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The Shocking Truth Why Prescription Drug Prices Are So High

22 Jul: The Shocking Truth Why Prescription Drug Prices Are So High

It’s no secret that prescription drug prices are at an all-time high. Americans are spending just under $1,000 each year for prescription drugs. Listed below are the top five real reasons why these drugs cost Americans so much. You’re paying for all of the drugs in America. You’re paying for all of the drugs in the world. You’re paying for expensive marketing and advertising campaigns. You’re paying for somebody’s fat corporate bonus. You’re paying taxes on it too! 1.) You’re paying for all of the drugs in America. Unfortunately, it’s impossible to just pay for one prescription. The cost of prescription drugs falls on everybody’s shoulders. Drug development is a vast and wide-reaching business. Drug prices cover research and development…

11 Aug: Drug ads to be banned? Keep dreaming

As those following the healthcare debate are aware, President Obama has backed off his campaign promises to legalize drug reimportation and require drug companies to negotiate drug prices with Medicare. Apparently deciding that healthcare reform would be defeated if he had to fight both Big Insurance and Big Pharma, he has decided to let Big Pharma off the hook. Now, “healthcare reform” has become “health insurance reform” in the president’s speeches. Millions of Americans, as well as many in Congress, are frustrated by this decision. And perhaps this frustration is behind current efforts in Congress to ban pharma ads directed at consumers. Let me play prognosticator for a moment: It’s not going to happen. Believe me, I would like to…

06 Jan: Big Pharma spends twice as much on advertising as on R&D

From ScienceDaily: A new study by two York University researchers estimates the U.S. pharmaceutical industry spends almost twice as much on promotion as it does on research and development, contrary to the industry’s claim. The researchers’ estimate is based on the systematic collection of data directly from the industry and doctors during 2004, which shows the U.S. pharmaceutical industry spent 24.4% of the sales dollar on promotion, versus 13.4% for research and development, as a percentage of US domestic sales of US$235.4 billion. What most Americans don’t realize — because we have such short memories — is that not so long ago, the kind of wall-to-wall Big Pharma advertising that is commonplace today did not exist. It was regulated. Can…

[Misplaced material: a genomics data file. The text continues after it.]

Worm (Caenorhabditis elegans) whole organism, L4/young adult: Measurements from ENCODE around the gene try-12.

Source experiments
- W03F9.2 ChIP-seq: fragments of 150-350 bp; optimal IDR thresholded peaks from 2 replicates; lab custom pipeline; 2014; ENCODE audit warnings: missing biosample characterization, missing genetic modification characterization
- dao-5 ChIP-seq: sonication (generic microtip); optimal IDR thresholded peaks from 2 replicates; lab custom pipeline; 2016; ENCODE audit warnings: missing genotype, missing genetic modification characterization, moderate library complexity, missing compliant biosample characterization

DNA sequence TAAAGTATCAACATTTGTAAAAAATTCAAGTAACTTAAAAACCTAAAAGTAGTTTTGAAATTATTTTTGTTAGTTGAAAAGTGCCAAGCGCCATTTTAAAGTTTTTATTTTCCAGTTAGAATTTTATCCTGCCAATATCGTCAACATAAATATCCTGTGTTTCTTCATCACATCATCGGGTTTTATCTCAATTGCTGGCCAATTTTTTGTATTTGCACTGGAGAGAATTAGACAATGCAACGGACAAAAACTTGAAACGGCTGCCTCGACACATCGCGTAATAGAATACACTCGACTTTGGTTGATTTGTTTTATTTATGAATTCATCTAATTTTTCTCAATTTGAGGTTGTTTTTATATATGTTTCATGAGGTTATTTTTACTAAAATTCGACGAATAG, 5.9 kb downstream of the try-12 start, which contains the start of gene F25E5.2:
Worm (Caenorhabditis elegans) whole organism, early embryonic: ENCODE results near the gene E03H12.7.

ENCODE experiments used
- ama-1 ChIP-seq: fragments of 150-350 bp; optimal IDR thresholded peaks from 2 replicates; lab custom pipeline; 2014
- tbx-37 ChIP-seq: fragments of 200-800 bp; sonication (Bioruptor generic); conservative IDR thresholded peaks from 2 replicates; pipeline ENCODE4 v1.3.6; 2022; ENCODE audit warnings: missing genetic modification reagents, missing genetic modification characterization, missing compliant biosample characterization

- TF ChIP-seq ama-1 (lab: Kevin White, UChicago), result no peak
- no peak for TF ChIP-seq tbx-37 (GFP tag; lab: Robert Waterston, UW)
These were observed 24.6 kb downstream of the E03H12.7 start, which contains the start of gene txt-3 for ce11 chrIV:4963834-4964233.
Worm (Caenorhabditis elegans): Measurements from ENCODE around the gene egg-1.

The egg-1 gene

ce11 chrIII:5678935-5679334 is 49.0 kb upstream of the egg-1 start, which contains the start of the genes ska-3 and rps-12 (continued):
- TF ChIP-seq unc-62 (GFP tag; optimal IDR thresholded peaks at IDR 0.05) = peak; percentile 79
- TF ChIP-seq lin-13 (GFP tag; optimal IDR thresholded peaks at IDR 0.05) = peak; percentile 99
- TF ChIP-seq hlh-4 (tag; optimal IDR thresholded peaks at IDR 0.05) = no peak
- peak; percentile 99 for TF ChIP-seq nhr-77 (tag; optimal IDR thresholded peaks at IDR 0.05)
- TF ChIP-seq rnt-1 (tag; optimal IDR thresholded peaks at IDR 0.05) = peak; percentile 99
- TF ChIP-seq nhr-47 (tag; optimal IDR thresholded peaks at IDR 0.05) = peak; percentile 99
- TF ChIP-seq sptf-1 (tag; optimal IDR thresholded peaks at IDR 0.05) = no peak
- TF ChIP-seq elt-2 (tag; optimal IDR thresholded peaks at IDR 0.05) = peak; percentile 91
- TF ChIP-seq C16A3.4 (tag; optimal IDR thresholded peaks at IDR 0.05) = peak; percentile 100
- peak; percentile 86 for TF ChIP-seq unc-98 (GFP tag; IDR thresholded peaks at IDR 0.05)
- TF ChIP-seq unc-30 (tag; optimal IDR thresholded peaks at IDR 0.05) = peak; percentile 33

09 Dec: Bring out your meds: flu season is here

Wolfgang Niesielski at the Contra Costa Times rings in flu season (and its commercialization) with this humor column. Excerpt: HOW CAN YOU not be aware that the flu season is now “officially” open? Actually, unofficially, it started toward the end of the summer vacation when the allergy season was at a wane. Now you notice someone coughing, sneezing and feeling miserable in every second TV commercial (this combined with the allergy season, means that there is always someone coughing, sneezing and feeling miserable throughout the entire year). Turn on the TV, and instead of watching the family happily frolicking in green meadows and colorful flower gardens after ingesting the particular product that financed the commercial, you observe the wise, tough-as-nails…

27 Sep: Welcome, doctors!

eMarketer reports: Pharmaceutical sites aimed at consumers are drawing as many as 20% to 30% of their visits from physicians, according to Manhattan Research. Manhattan Research CEO Mark Bard told eMarketer that some of that traffic has been out of necessity. Online marketing to physicians has not been as widespread as direct-to-consumer marketing, and product information sites are just now being supplemented by other features like search.

17 Aug: Drug ad spending up 330 percent since 1996

Since the rule change in 1996 that allowed Big Pharma to begin advertising directly to consumers, drug advertising budgets have exploded — while policing of such ads for accuracy has steadily declined, according to a study in the New England Journal of Medicine. The thing I find most troubling about the report is that even though we have far more drug commercials now than in 1996, fewer drug companies have been reprimanded for their ads. In 1996, 142 warning letters were sent out by the FDA. Last year, there were only 21. Either the drug companies are making flawless ads, or someone isn’t doing their job. Which do you think it is?